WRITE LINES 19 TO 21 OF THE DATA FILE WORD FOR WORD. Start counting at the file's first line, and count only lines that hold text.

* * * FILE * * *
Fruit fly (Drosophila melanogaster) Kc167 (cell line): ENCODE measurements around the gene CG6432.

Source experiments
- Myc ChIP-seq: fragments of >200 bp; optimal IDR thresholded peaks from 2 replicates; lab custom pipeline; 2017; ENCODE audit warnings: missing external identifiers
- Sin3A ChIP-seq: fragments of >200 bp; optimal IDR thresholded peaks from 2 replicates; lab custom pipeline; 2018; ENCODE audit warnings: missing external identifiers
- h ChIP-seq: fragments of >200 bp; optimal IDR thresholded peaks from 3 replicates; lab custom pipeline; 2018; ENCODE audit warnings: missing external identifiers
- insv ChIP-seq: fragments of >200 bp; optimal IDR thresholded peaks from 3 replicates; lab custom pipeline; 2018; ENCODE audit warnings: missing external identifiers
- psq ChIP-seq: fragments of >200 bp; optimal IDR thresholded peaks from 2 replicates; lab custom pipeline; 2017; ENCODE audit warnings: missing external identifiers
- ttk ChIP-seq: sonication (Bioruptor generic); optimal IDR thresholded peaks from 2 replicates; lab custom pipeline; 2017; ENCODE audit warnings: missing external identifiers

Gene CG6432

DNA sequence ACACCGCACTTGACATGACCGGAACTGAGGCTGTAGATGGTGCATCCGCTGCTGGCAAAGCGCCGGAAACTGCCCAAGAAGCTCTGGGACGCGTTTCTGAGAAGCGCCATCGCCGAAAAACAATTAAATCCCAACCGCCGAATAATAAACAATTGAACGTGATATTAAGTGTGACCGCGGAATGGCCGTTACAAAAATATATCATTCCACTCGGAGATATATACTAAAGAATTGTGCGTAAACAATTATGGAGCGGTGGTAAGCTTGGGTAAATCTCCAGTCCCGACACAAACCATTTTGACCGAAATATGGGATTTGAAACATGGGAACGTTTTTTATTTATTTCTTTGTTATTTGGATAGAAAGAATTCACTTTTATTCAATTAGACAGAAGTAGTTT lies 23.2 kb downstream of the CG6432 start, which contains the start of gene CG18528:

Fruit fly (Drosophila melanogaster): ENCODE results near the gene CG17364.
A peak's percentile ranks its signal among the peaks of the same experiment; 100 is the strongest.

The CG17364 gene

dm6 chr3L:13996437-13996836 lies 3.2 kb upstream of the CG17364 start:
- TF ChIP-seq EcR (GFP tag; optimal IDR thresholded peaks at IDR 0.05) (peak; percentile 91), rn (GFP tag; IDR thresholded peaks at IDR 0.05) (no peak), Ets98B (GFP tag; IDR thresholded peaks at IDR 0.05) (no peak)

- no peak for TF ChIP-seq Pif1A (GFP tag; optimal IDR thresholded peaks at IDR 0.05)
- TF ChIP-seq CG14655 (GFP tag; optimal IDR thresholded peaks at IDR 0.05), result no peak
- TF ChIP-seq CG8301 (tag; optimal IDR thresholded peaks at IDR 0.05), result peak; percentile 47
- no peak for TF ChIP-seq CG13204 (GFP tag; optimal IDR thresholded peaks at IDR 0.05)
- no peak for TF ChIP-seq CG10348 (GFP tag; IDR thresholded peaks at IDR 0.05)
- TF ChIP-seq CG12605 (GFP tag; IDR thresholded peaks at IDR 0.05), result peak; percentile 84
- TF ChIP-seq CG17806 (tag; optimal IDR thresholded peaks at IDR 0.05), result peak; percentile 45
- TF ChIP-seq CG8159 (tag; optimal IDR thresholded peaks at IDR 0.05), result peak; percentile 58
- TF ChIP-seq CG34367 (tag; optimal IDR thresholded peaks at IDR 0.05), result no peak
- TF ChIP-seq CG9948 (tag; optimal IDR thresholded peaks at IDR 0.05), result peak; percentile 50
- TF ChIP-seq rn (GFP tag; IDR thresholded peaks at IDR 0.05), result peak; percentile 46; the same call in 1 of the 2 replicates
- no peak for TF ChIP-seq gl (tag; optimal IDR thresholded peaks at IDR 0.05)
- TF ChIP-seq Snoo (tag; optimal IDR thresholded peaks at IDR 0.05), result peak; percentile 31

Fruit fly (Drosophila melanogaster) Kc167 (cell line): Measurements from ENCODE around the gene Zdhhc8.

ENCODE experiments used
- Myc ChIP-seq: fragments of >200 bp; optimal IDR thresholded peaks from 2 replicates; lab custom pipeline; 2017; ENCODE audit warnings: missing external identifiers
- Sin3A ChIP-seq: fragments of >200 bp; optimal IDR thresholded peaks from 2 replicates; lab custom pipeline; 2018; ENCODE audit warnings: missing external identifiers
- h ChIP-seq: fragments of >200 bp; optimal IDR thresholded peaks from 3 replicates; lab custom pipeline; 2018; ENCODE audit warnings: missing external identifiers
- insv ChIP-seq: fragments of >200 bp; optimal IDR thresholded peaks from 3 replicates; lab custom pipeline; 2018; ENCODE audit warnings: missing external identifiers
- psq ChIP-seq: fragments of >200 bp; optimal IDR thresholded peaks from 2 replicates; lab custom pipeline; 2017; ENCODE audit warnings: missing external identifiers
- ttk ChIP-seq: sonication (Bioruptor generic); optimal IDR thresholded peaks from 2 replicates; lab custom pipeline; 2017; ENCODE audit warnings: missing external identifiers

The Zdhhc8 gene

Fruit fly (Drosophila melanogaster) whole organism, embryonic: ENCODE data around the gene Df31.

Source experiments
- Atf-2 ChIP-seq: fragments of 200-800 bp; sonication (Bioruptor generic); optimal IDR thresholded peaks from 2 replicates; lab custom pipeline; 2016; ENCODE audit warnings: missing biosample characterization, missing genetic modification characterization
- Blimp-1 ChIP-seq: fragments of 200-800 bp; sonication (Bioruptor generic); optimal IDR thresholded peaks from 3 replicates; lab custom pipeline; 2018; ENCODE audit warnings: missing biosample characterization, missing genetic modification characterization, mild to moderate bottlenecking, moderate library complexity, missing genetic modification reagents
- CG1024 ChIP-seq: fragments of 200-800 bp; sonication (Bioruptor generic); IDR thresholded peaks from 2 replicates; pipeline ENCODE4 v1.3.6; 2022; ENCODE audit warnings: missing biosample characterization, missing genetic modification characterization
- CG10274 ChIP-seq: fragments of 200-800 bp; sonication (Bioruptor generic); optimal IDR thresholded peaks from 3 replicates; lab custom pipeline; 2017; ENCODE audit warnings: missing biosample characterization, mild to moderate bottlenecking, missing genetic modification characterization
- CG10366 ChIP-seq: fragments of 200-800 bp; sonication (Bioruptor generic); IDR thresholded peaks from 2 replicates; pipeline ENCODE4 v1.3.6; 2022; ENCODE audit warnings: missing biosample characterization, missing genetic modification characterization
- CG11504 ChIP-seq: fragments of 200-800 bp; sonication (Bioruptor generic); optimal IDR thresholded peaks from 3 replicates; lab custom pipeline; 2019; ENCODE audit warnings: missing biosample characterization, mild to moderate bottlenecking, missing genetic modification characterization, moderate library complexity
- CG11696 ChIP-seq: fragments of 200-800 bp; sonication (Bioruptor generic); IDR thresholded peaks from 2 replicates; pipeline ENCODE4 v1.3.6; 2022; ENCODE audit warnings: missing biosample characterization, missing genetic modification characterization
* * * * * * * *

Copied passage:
- no peak for TF ChIP-seq CG13204 (GFP tag; optimal IDR thresholded peaks at IDR 0.05)
- no peak for TF ChIP-seq CG10348 (GFP tag; IDR thresholded peaks at IDR 0.05)
- TF ChIP-seq CG12605 (GFP tag; IDR thresholded peaks at IDR 0.05), result peak; percentile 84